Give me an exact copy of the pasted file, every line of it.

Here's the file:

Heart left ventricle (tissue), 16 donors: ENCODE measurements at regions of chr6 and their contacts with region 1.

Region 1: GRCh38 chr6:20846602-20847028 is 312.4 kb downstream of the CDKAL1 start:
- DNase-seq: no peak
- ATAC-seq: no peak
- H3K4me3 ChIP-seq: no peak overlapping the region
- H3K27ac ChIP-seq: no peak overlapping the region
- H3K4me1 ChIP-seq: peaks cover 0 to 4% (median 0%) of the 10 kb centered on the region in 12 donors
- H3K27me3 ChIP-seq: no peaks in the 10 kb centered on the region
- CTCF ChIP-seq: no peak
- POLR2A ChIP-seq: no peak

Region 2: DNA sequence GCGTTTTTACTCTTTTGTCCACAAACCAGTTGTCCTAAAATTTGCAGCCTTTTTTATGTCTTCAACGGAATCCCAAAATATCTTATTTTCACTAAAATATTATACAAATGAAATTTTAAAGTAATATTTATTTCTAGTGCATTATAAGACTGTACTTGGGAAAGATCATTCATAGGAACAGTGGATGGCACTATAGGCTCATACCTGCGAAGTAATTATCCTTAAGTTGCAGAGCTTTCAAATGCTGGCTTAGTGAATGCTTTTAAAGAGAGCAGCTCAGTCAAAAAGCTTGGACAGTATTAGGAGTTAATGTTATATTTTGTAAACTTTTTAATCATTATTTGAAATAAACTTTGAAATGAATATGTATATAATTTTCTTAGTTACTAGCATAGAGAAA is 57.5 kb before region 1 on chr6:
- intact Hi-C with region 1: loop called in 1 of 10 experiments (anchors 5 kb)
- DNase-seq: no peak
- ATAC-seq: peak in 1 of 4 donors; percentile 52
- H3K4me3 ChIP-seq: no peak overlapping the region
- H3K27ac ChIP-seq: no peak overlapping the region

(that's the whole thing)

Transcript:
Heart left ventricle (tissue), 16 donors: ENCODE measurements at regions of chr6 and their contacts with region 1.

Region 1: GRCh38 chr6:20846602-20847028 is 312.4 kb downstream of the CDKAL1 start:
- DNase-seq: no peak
- ATAC-seq: no peak
- H3K4me3 ChIP-seq: no peak overlapping the region
- H3K27ac ChIP-seq: no peak overlapping the region
- H3K4me1 ChIP-seq: peaks cover 0 to 4% (median 0%) of the 10 kb centered on the region in 12 donors
- H3K27me3 ChIP-seq: no peaks in the 10 kb centered on the region
- CTCF ChIP-seq: no peak
- POLR2A ChIP-seq: no peak

Region 2: DNA sequence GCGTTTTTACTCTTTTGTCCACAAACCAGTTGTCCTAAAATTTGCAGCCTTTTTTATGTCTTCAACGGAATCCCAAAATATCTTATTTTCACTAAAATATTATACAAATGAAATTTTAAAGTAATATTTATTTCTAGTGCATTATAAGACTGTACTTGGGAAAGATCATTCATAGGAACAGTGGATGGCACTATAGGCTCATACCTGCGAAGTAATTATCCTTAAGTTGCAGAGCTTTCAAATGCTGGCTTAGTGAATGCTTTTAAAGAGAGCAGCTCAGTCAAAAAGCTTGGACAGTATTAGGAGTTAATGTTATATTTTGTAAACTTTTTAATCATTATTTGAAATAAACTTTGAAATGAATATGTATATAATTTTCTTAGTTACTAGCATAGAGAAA is 57.5 kb before region 1 on chr6:
- intact Hi-C with region 1: loop called in 1 of 10 experiments (anchors 5 kb)
- DNase-seq: no peak
- ATAC-seq: peak in 1 of 4 donors; percentile 52
- H3K4me3 ChIP-seq: no peak overlapping the region
- H3K27ac ChIP-seq: no peak overlapping the region